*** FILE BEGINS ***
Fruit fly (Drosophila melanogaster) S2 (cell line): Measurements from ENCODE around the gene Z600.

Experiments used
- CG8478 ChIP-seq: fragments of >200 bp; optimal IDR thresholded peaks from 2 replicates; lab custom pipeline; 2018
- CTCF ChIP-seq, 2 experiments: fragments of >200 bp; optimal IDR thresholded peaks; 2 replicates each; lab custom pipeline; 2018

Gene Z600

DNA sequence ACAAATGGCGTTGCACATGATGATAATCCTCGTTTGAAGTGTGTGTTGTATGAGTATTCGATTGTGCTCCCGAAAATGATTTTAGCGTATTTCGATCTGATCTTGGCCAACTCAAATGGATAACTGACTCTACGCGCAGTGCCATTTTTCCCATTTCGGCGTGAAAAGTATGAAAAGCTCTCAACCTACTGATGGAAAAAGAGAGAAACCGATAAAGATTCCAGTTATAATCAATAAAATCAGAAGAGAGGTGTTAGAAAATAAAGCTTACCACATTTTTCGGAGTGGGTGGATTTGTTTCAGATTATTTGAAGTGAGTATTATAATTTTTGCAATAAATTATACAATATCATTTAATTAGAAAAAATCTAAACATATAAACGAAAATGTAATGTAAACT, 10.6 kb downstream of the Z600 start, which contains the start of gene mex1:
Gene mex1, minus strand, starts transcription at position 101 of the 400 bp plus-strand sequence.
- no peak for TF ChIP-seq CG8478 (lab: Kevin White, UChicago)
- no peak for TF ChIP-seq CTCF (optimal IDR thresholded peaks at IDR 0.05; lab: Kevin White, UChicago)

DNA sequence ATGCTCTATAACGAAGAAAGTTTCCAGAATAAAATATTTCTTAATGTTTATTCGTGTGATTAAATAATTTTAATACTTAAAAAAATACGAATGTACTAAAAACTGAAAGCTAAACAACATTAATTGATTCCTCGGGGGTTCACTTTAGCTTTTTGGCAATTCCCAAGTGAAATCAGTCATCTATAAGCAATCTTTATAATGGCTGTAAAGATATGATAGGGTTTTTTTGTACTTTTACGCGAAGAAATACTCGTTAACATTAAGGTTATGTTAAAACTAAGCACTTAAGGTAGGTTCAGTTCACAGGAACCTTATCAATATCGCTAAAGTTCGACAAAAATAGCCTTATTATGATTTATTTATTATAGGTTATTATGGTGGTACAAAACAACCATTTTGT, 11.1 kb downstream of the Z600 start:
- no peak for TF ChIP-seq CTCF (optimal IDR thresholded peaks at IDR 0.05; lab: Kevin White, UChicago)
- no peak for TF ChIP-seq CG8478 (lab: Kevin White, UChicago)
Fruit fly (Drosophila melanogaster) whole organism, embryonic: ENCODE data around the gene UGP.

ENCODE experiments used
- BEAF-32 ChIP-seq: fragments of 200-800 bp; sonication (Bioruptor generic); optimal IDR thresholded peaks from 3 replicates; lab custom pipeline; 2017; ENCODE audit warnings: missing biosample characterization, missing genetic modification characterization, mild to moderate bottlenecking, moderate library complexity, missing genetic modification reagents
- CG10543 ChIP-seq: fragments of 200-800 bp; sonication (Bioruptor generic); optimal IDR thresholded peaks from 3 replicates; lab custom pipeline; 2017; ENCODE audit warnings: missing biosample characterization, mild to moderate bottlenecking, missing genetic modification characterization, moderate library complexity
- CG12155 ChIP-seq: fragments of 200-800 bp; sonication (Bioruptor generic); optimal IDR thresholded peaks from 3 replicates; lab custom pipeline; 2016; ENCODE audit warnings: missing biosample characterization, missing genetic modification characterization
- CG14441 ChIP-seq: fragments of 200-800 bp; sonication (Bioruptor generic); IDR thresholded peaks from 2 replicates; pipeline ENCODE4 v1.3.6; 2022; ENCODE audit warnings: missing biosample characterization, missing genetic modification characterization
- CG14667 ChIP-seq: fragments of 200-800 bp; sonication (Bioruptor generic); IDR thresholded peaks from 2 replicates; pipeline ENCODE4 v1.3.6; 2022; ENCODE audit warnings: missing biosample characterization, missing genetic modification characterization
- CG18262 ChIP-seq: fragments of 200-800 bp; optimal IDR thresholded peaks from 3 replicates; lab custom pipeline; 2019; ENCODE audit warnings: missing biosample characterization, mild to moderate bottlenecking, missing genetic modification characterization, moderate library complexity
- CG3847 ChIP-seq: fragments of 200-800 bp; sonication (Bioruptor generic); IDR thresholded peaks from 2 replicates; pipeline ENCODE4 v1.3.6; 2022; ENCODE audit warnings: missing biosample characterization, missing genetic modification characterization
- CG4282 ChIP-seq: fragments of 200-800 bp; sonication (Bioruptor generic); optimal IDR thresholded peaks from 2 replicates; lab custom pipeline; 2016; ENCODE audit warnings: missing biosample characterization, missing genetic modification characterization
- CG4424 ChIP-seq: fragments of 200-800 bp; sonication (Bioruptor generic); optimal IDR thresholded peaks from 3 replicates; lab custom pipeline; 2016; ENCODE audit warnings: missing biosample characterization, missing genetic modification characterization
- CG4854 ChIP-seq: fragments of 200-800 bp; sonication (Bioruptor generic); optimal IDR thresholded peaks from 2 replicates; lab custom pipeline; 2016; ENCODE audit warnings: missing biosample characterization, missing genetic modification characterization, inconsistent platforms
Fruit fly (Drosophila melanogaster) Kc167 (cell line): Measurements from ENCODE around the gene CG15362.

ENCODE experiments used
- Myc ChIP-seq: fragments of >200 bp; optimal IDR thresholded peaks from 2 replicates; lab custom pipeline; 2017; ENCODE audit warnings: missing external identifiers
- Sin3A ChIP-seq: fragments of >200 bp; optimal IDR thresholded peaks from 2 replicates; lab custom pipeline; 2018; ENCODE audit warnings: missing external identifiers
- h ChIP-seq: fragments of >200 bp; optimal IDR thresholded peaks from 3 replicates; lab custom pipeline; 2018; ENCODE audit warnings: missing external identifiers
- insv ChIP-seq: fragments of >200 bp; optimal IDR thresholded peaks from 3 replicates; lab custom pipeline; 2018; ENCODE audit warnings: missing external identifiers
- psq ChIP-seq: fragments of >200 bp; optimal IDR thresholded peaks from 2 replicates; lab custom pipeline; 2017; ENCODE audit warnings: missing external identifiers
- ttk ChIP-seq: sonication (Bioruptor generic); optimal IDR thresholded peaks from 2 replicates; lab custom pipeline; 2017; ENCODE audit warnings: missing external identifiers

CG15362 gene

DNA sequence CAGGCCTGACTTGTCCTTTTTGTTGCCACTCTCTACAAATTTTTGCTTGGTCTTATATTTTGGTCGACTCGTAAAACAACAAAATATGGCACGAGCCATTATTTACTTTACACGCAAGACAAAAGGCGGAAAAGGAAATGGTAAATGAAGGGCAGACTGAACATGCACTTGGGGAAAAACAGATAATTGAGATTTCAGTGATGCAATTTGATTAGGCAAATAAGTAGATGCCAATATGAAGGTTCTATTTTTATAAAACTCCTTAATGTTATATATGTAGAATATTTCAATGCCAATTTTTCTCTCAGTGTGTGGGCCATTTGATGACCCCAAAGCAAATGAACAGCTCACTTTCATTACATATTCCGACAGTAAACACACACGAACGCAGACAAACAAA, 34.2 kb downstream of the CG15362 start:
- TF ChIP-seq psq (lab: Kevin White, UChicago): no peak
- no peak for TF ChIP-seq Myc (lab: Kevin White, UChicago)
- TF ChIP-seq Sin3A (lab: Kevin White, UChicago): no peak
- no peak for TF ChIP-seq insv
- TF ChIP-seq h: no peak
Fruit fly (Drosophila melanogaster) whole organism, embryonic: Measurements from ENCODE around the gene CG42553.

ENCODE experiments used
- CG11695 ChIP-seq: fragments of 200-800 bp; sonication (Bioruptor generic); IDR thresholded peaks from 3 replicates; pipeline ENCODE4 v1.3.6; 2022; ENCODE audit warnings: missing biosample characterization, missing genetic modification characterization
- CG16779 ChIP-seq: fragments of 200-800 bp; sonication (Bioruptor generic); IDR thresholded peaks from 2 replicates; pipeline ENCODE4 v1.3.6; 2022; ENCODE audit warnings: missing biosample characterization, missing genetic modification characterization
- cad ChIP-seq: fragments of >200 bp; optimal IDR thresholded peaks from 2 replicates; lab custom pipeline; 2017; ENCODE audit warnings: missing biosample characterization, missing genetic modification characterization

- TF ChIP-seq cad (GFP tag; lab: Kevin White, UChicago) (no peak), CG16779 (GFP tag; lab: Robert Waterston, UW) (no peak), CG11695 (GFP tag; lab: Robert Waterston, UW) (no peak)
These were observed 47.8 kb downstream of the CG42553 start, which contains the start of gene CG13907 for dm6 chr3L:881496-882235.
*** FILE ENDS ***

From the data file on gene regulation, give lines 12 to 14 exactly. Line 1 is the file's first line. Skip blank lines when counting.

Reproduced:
- no peak for TF ChIP-seq CG8478 (lab: Kevin White, UChicago)
Fruit fly (Drosophila melanogaster) whole organism, embryonic: ENCODE data around the gene UGP.

ENCODE experiments used